It’s just a ticket, not a felony conviction, for Chrissakes. It’s not like a ticket would cause her to lose a job, force her to find someone else to take care of her kids, or prevent her from getting another job. So what if she was confused? She can still pay the fine, and she should be grateful it didn’t turn out worse.

Sunny
Guest
Sunny

What ORS would this fall under?

wsbob
Guest
wsbob

hey sunny… . Link to the applicable law: http://www.oregonlaws.org/ors/811.435 . Note the link on that page to ‘440, as well.

The intent of those laws would seem to be only to serve as a straightforward effort to dissuade people from driving in the bike lane. They don’t offer measures to help establish why people may happen to have driven in a bike lane, outside of legally allowed use of bike lanes for driving.

Oregon law also has ‘Reckless Driving’ and ‘Careless Driving’ laws:

http://www.oregonlaws.org/ors/811.135

http://www.oregonlaws.org/ors/811.140

Officers could have maybe cited her for 811.135. Would doing so have done any good? I don’t know…probably not; at least not by itself. The officer or officers that showed up, probably had some ideas about that. Read the text of the law yourself. Only (1) probably applies to this incident. Its intent is simple and straightforward, similar to 811.435 .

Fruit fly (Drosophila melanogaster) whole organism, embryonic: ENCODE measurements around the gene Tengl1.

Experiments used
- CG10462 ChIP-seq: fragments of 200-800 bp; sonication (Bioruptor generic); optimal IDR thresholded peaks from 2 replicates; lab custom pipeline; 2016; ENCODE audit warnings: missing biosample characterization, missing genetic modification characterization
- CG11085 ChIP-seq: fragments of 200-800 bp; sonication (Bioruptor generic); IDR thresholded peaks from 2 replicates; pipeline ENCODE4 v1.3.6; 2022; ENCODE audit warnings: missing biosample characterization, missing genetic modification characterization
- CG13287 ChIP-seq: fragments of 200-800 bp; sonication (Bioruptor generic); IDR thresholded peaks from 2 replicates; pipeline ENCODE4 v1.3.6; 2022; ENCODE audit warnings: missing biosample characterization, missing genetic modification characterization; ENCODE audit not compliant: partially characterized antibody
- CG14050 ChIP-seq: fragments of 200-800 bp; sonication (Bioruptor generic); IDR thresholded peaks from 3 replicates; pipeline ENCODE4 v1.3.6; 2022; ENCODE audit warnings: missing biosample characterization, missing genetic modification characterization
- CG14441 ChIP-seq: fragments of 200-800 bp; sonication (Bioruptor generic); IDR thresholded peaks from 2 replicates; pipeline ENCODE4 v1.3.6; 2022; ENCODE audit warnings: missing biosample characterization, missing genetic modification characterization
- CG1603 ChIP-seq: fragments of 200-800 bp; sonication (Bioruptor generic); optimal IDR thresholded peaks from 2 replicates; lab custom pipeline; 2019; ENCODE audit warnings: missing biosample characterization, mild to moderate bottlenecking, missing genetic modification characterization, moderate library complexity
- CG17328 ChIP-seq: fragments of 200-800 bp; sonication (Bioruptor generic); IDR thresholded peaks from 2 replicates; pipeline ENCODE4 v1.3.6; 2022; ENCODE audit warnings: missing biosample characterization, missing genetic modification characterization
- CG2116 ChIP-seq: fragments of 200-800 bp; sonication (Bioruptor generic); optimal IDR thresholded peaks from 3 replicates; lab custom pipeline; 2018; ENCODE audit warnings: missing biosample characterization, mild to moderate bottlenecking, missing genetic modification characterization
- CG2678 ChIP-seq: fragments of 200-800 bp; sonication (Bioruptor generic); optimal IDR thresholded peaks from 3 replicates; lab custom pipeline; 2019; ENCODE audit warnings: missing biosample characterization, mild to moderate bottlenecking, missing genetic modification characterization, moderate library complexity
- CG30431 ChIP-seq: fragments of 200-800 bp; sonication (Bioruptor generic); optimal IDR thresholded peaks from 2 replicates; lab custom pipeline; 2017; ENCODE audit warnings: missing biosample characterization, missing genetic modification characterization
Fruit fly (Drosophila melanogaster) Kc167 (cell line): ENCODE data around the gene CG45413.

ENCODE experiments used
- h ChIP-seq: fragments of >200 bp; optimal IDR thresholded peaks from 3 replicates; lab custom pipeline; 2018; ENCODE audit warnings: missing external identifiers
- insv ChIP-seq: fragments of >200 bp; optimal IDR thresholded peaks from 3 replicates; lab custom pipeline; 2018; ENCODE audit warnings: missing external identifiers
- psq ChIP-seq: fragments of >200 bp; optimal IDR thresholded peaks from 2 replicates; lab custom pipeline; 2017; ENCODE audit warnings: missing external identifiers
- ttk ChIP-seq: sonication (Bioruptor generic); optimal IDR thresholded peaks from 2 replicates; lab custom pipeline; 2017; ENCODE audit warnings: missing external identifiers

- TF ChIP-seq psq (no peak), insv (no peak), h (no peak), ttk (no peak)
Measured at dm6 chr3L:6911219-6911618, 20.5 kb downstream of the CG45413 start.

Oregon Mamacita
Guest
Oregon Mamacita

Spoken like someone from a rich background.

A.K.
Guest
A.K.

Cars aren’t exactly cheap to operate. If she can’t afford to risk getting a ticket, don’t drive.

spare_wheel
Guest
spare_wheel

ever been poor and red-lined into some far away neighborhood with no bike lanes and few public transportation options?

dr2chase
Guest
dr2chase

Fortunately not, but what you describe is a feature, not a bug. Because the poor must drive, driving must be kept cheap, and anyone who says otherwise must hate the poor. In this case, poor=pawn (which is not not not to knock anyone who is poor, this is just how the game is being played — raise gas taxes? You must hate the poor. Limit oil drilling? You must hate the poor.)

Oregon Mamacita
Guest
Oregon Mamacita

Yes.

Oregon Mamacita
Guest
Oregon Mamacita